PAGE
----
This content was previously published by Campus Labs, now part of Anthology. Product and/or solution names may have changed.
In a recent blog post, Comparing Course Evaluation Quantitative Data During COVID-19, quantitative data collected from course evaluations conducted in Spring 2020 were compared with those in Spring 2019. We found no meaningful differences in student ratings of teaching, the course, and self-reported progress on course-relevant learning objectives. For this blog post, qualitative data from student written comments were compared across the two-year period. Similar to the quantitative results, we found no meaningful differences in the average word count, proportions of negative and positive words, content of word clouds, sentiments, linguistic complexity, and readability.
We first split students’ written comments into tokens, which are meaningful units of text, such as single words, that served as a unit of analysis. As the following table shows, despite the challenges instructors and students faced this past spring, summary statistics were not meaningfully different from 2019. The average word counts, which provide a proxy for how much students cared, were very similar. Moreover, the proportions of positive and negative words, which reveal students’ general feelings, were identical.
We then did a count of the most frequent positive and negative words. The bar charts below show that the most frequent positive and negative words were basically the same across the two years.
To get a bigger picture of the range of words used, we then created word clouds of the top 100 positive and negative words. Each of the word clouds below position negative words at the top and positive words at the bottom. They reveal remarkable similarities between 2019 and 2020.
However, text polarity (the degree of negativity and positivity) is just one dimension of text analysis. To go deeper, we conducted sentiment analysis at the sentence level, which goes beyond detecting positive, negative or neutral opinions. We specifically employed sentimentr (Rinker, 2017), which attempts to control for valence shifters, which are words or phrases that affect (e.g., negate, intensify, diminish) polarity. Examples include negators, which flip the sign of a polarized word (e.g., “I do not like it.”); amplifiers, which increase the impact of a word (e.g., “I really like it.”); de-amplifiers, which reduce the impact of a word (e.g., “I hardly like it.”); and adversative conjunctions, which overrule a previous clause containing a polarized word (e.g., “I like it but it’s not worth it.”). Valence shifters matter because they can reverse or overrule the sentiment of an entire clause. So, if they occur fairly frequently, a simple dictionary search of positive and negative words may not reveal a student’s intended sentiments.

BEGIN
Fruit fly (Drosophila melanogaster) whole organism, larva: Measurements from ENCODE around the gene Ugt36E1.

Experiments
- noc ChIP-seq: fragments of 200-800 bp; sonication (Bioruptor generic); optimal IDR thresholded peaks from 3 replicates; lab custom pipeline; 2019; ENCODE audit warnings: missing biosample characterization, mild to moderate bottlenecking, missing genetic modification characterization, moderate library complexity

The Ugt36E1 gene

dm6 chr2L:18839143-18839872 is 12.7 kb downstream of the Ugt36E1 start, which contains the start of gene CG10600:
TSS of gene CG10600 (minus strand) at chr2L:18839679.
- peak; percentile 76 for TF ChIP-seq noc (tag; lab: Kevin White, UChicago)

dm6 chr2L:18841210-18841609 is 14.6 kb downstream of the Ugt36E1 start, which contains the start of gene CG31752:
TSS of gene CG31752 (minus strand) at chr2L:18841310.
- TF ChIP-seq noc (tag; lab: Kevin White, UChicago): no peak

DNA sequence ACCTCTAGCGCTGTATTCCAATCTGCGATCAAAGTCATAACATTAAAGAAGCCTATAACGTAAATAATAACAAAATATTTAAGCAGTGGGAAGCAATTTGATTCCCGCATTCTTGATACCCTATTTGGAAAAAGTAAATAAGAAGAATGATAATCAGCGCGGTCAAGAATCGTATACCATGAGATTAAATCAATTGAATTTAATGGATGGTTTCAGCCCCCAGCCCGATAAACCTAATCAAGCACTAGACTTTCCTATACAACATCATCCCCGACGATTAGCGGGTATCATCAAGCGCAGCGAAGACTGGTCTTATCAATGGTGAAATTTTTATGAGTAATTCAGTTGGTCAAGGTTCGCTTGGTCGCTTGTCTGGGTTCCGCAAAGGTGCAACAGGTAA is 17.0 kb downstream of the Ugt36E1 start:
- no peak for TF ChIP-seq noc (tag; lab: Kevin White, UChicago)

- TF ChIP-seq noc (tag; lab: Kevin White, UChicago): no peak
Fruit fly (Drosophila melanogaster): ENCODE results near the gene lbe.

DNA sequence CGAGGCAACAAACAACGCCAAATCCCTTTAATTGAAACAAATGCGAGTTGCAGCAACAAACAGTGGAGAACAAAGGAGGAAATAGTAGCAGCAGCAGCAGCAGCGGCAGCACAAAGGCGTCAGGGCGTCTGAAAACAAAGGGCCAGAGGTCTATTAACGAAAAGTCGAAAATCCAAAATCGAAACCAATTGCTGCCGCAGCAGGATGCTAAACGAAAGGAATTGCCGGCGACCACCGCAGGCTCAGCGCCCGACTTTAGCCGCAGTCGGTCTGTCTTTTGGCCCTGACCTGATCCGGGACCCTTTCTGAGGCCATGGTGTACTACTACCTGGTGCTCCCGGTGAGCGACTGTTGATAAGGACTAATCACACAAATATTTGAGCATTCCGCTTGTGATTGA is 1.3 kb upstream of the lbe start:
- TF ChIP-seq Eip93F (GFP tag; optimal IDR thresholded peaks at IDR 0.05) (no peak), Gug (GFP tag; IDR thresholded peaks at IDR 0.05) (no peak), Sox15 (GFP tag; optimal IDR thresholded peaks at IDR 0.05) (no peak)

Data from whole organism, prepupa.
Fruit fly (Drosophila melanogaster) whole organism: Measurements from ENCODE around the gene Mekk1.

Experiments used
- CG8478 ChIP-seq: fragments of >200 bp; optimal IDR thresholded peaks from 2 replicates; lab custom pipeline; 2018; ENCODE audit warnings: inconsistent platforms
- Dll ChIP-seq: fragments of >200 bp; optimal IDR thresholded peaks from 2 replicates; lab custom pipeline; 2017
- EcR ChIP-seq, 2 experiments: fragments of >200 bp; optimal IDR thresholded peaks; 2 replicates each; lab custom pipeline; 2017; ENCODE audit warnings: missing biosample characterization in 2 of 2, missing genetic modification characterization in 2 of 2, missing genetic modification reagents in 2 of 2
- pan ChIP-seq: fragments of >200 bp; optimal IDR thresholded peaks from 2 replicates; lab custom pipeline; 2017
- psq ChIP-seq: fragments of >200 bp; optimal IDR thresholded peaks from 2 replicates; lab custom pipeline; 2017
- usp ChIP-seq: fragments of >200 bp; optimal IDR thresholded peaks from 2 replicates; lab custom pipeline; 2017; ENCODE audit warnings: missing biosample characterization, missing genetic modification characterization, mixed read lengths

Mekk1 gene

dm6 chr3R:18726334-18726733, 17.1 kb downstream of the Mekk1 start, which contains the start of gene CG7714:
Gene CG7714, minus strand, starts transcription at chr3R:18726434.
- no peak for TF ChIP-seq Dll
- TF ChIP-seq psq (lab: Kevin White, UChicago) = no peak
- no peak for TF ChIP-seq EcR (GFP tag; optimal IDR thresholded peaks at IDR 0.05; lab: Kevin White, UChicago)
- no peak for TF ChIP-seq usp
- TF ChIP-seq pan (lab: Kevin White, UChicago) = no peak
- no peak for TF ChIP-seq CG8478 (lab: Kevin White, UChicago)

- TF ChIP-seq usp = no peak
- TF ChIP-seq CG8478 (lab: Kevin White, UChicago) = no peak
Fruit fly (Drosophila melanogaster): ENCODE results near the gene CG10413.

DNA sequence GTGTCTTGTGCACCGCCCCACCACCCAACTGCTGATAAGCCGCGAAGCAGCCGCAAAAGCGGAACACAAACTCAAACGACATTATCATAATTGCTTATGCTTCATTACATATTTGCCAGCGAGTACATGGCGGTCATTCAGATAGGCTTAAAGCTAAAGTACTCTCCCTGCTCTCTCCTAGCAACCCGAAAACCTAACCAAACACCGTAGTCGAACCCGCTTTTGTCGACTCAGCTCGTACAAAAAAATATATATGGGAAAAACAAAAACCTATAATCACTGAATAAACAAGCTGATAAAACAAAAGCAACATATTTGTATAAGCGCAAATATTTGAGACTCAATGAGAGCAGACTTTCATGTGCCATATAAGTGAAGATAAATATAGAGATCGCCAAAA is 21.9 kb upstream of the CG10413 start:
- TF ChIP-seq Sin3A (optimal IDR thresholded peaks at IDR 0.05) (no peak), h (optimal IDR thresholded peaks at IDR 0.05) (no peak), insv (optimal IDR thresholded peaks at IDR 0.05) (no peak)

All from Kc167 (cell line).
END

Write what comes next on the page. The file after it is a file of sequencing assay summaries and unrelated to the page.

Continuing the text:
In looking at the table below, mean values for sentiment were nearly identical across the two years, which indicates that students’ intended feelings about teaching and the course were slightly positive in both 2019 and 2020. In the same way, mean scores on diversity—a measure of linguistic skill or the complexity of ideas–were very similar. Finally, readability was at about the 7th grade level in both years.
So, as did the quantitative analyses reported previously, the current results reveal notable similarities between 2019 and 2020 course evaluations, even though many instructors had never taught online and many students had never taken an online course. That we found no meaningful differences in the polarity and sentiments expressed in student course evaluations is perhaps unexpected. Nonetheless, it speaks to the gallant efforts administrators, faculty, and students put forth in the face of a very challenging semester.
Rinker, T. W. (2019). sentimentr: Calculate Text Polarity Sentiment
version 2.7.1. http://github.com/trinker/sentimentr